Compensation and Benefit Issues of Contingent Workers

Compensation and Benefit Issues of Contingent Workers
Contingent workers play key roles in helping organizations in meeting
organization needs and acting as a knowledge resource for the
organizations they serve. However, research shows that there is a
significant difference in treatment between them and standard workers
(Zimmerman, Gavrilova & Cullum, 2013). These differences exist in terms
of training and development, pay for performance, and on-boarding. This
paper will address the compensation and benefit issues associated with
part-time, temporary independent workers, and flexible of telecommuting
workers.
Although these categories of workers (including part-time, temporary
independent workers, and flexible of telecommuting workers) play varying
roles in their organizations, they are generally classified as
non-standard workers or contingent worker and undergo more or less
challenges in terms of payments and other forms of treatment. The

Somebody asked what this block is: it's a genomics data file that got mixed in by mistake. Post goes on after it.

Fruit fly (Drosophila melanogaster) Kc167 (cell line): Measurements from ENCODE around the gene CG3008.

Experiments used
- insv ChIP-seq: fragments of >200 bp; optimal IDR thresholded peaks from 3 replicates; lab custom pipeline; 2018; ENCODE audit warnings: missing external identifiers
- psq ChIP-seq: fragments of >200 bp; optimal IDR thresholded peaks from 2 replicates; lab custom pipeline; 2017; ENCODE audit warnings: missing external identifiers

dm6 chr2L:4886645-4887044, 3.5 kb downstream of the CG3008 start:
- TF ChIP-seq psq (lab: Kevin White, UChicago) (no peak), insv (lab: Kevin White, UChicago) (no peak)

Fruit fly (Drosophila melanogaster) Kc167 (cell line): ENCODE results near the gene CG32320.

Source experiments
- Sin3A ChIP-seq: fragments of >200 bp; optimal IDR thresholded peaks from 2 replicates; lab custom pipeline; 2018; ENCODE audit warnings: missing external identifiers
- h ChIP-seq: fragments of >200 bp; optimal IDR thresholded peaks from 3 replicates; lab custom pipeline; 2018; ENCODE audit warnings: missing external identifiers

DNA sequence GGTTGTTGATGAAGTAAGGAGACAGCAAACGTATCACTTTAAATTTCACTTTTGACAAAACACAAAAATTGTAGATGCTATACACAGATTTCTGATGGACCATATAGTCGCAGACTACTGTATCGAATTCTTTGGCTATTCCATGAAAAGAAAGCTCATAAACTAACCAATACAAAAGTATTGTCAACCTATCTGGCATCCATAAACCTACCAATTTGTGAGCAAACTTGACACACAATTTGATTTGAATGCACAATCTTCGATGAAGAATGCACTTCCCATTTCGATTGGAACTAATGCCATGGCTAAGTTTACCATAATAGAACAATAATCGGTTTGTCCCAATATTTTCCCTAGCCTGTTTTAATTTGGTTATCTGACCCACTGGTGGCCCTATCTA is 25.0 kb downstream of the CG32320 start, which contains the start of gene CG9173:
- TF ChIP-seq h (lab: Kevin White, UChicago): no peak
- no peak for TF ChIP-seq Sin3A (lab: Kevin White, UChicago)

general perception of the difference between standard workers and
contingent workers affects their relationships significantly. According
to Zimmerman, Gavrilova & Cullum (2013) underpayment and lack of
consideration of contingent workers in staff development programs
affects knowledge sharing process within the organization, reduces
organizational citizenship behavior, and imparts the perception of job
security threats. In addition, research indicated that the onboard
services conducted to introduce new standard workers into the
expectations and culture of the organization was not offered for
contingent workers. Moreover, the pay for performance analysis indicated
that contingent workers received an average of 60 % less pay for the
same job done by a standard worker. The researcher also identified that
staff development programs were reserved for the standard workers only.
In conclusion, the existing difference in treatment of contingent and
standard workers is a major drawback in organizational performance. This
difference results in a negative relationship between the two categories
of workers especially in terms of knowledge sharing. Differential
treatment occurs in terms of the onboard process, pay for performance,
and staff training and development.
Reference
Zimmerman, T., Gavrilova, M., & Cullum, P. (2013). Rethinking human
resource strategies: A shift in the treatment of contingent workers.
International Journal of Business and Management, 8 (7), 28-34.
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